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UCLan casts spotlight on male victims of partner violence

14 November 2013

Chris Theobald

World-leading researcher joins real victims for a day of shared experiences

A world-leading researcher specialising in male survivors of partner violence has given a public talk on the subject at the University of Central Lancashire (UCLan).

In recognition that domestic violence can happen to men too with figures indicating that men in the North West suffer the highest rate of any area in England and Wales with a higher prevalence that women, Dr Denise Hines from Clark University Massachusetts, USA headlined UCLan’s Male Victims Event Day.

As part of UCLan’s Distinguished Visitor Programme, the day included a discussion of Dr Denise Hines’ research around ‘understanding and helping male survivors’.

“We are delighted to welcome all our participants to this special day which include solicitors, the police, prison workers, psychologists, NHS staff, academic researchers and students."

The day also included first-hand accounts of two male victims one of whom, Ian McNicholls, assisted Coronation Street scriptwriters with Tyrone Dobbs’ abusive relationship storyline.

Dr Nicola Graham-Kevan, a research expert in partner violence from UCLan’s School of Psychology, said: “We are delighted to welcome all our participants to this special day which include solicitors, the police, prison workers, psychologists, NHS staff, academic researchers and students. Dr Hines brings a wealth of research experience which centres on issues of family violence, understanding and helping male survivors and establishing research links with policymakers and practitioners.

"Society is largely blind to women's aggression. People often won't believe that men are victims. Men have to be seen as passive, obvious victims with clear injuries, whereas, if a woman makes allegations, they are believed much more easily."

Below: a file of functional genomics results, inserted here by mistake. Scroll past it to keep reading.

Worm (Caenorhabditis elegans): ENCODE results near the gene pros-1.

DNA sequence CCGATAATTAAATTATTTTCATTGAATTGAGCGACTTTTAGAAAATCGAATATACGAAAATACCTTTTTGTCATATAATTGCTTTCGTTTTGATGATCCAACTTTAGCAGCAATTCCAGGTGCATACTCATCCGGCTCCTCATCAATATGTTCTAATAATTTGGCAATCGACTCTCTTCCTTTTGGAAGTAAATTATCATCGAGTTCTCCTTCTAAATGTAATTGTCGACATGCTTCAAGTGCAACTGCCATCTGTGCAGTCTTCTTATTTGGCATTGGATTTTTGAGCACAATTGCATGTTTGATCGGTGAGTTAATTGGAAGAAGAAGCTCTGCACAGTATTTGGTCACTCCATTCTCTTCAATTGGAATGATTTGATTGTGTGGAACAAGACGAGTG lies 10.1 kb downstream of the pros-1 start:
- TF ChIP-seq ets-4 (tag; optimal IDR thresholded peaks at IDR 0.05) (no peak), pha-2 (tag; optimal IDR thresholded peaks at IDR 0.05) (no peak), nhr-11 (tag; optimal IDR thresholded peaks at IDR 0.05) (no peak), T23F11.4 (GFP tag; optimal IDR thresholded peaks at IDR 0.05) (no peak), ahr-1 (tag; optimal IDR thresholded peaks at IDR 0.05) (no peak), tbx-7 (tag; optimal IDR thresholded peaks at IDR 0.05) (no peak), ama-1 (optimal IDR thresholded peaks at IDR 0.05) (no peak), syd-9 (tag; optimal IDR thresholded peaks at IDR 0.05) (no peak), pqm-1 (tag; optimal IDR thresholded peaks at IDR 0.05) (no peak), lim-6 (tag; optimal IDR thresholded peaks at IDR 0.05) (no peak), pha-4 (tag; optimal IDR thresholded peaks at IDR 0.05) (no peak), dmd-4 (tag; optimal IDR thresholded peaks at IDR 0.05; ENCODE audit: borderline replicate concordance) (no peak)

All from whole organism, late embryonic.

"Society is largely blind to women's aggression. People often won't believe that men are victims.”

The most recent British Crime Survey found that only 10 per cent of male victims of domestic violence had told the police, compared with 29 per cent of women. More than a quarter of male victims tell no one what has happened to them, compared with 13 per cent of women.

Presentations from key help support agencies such as Preston Domestic Violence Services discussed their experience of providing support for male victims within a traditional domestic violence service.

Margaret Gardner, Director of the False Allegations Support Organisation, presented a talk entitled: The Hidden Victims, covering the false allegation area both with regards to criminal and family matters.

AMIS (Abused Men in Scotland) discussed its experiences of working with fathers in Scotland, some of the barriers to abused men receiving appropriate support and the challenges to service providers and policymakers. AMIS unveiled research which examines men’s experience of child protection.